Stage 2: Signs of STDs in females, The formation of ulcer in the earlier stage might resolve on its own, even without treatment. However, in some cases this does not happen. Instead, the infection proceeds to the second stage, known as secondary syphilis. This occurs weeks to months after the primary stage and lasts from four to six weeks.

    Stage 3: After secondary syphilis, some patients will continue to carry the infection without symptoms. This is the so-called latent stage of the infection. The prominent symptoms include:

    • Abnormal bulging of the large vessel leaving the heart (the aorta), resulting in heart problems
    • The development of large nodules (gummas) in various organs of the body

    Diagnosis

    Syphilis can be diagnosed by scraping the base of the ulcer and looking under a special type of microscope for the spirochetes. However, there is a high possibility that the spirochetes are rarely detected, the diagnosis is most often made based upon the appearance of the ulcer.

    Treatment

    The treatment options for syphilis differ depending on the stage of the disease and the clinical diagnosis. The common penicillin injections have been very effective in treating both early and late-stage syphilis. Women who are infected during pregnancy can pass on the infection to the foetus through the placenta. Therefore, a regular checkup with the doctor is highly recommended in such cases.

    4. Genital Herpes

    Genital herpes, also commonly called “herpes”, is a viral infection by the herpes simplex virus, abbreviated as HSV. This is transmitted through intimate contact with the mucous-covered linings of the mouth or the vagina, or the genital skin. During intercourse, the virus makes its way into the linings or skin through microscopic tears.

    Causes & Risk Factors

    Genital herpes is caused only by direct person-to-person contact. It is believed that a majority of women sexually transmitted diseases carry the herpes virus. 

    Signs & Symptoms

    Once you are exposed to the herpes virus, there is a period that generally lasts 3 to 7 days before a lesion develops. At this time, there are no symptoms and the virus cannot be transmitted to others. An outbreak usually begins within two weeks of initial infection and results in an itching or tingling sensation followed by redness of the skin. 

    Diagnosis

    Herpes is diagnosed with a test polymerase chain reaction (PCR) to identify the genetic material of the virus. The rapid fluorescent antibody screening tests may be recommended to identify herpes.

    Treatment

    Although there is no known cure for herpes until today, there are treatments of STD in females. There are oral medications – acyclovir, famciclovir, or valacyclovir that prevent the virus from multiplying and also restrict the span of the infection.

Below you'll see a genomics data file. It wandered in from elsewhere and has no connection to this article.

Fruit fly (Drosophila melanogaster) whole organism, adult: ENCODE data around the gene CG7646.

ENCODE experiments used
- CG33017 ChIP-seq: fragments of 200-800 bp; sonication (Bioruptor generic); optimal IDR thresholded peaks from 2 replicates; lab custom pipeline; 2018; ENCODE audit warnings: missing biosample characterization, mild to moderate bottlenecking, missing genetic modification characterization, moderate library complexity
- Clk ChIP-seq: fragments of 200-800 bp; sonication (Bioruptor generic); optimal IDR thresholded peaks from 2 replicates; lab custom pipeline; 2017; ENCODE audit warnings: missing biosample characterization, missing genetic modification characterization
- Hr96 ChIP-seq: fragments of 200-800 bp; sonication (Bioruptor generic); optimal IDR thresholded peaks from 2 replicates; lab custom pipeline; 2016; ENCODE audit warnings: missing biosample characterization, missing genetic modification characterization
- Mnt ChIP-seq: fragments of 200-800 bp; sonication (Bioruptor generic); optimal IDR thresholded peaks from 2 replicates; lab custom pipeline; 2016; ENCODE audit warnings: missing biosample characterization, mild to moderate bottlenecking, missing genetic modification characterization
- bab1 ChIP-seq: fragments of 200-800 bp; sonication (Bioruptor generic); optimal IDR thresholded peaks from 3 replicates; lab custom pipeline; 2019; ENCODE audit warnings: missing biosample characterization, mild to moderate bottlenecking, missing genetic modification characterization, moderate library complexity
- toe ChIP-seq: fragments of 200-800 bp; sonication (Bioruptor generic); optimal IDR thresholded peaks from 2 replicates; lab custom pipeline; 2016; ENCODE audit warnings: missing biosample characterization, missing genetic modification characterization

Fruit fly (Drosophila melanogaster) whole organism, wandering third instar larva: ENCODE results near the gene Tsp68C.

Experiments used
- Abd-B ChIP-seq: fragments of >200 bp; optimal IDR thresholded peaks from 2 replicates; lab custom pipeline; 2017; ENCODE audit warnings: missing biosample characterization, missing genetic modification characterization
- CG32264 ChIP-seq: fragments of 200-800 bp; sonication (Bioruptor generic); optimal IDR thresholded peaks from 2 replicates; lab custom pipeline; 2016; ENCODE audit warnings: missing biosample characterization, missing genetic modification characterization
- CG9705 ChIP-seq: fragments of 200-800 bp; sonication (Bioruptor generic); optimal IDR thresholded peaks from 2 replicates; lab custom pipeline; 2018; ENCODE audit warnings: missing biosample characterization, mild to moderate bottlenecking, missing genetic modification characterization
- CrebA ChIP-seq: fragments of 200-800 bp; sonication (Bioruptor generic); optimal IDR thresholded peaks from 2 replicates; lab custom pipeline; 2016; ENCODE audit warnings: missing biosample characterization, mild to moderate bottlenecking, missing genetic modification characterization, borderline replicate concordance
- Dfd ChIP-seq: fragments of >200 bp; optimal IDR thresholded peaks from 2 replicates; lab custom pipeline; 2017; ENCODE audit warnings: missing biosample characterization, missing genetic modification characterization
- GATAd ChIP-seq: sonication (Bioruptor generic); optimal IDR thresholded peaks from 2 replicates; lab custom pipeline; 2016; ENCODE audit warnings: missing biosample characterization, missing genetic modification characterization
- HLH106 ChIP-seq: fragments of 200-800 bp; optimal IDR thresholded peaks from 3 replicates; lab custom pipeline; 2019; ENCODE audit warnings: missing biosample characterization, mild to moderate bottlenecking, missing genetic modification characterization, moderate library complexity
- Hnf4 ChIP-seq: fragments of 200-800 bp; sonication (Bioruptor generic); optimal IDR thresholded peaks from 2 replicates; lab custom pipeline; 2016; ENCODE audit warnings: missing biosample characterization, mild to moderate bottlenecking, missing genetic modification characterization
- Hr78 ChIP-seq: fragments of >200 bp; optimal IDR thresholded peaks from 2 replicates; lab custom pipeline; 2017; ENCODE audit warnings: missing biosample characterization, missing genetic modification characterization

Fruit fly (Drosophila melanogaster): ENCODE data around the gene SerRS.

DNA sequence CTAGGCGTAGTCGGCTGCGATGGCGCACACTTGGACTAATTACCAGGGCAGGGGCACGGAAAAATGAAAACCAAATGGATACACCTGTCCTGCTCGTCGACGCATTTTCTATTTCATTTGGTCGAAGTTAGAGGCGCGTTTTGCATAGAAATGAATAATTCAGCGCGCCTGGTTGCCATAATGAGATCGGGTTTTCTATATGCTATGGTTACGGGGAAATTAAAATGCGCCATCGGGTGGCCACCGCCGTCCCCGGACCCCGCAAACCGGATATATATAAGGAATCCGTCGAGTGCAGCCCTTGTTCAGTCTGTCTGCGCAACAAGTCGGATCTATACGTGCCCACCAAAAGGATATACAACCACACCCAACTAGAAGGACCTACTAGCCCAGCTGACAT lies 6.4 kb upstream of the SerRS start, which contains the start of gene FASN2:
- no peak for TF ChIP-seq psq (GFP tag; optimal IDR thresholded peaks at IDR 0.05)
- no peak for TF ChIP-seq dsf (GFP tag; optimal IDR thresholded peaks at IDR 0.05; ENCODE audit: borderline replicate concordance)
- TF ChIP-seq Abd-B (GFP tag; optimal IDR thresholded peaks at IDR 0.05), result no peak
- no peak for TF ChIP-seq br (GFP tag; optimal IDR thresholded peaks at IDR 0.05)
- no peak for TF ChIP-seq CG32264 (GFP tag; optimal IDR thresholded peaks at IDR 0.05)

5. HPV

    There are more than 40 types of HPV that are the cause of genital warts infecting the genital tract. These warts are primarily transmitted during sexual intercourse. The other types of HPV generally cause common warts elsewhere on the body.

    Causes & Risk Factors

    Cervical cancer and other anogenital cancers in women are caused mainly due to HPV. 

    Signs & Symptoms

    HPV infection does not usually lead to the development of warts, cancers, or related symptoms. The majority of people infected with HPV have no symptoms or lesions at all. 

    Diagnosis

    A typical appearance of a genital lesion will cause the physician to treat it without any further testing, especially among those who have had prior outbreaks of genital warts. 

    Treatment

    There is no cure or treatment of STD in females that can completely remove HPV infection. So, the only treatment involves removing the lesions caused by the virus. Also, even if the warts are removed from the body, it does not necessarily prevent the spread of the virus. Hence, genital warts frequently recur.

    Preventive Measures Against STDs

    The most important fact to remember about sexually transmitted infections is that all of them are preventable. However, the risks of these infections are often undermined. The use of condoms play a vital role in reducing the risk of transmission of these infections. However, they do not prevent the transmission of many infections altogether.

    Now that you have a fair knowledge about the most common types of STIs, its symptoms, risks, diagnosis, and treatment, it will be easier for you to be more conscious about preventing it. Since some of these infections do not manifest themselves, it is important that you undertake an STI panel test annually to ascertain whether you have been infected with the virus. Remember, the easier the diagnosis, the more effective will be its treatment.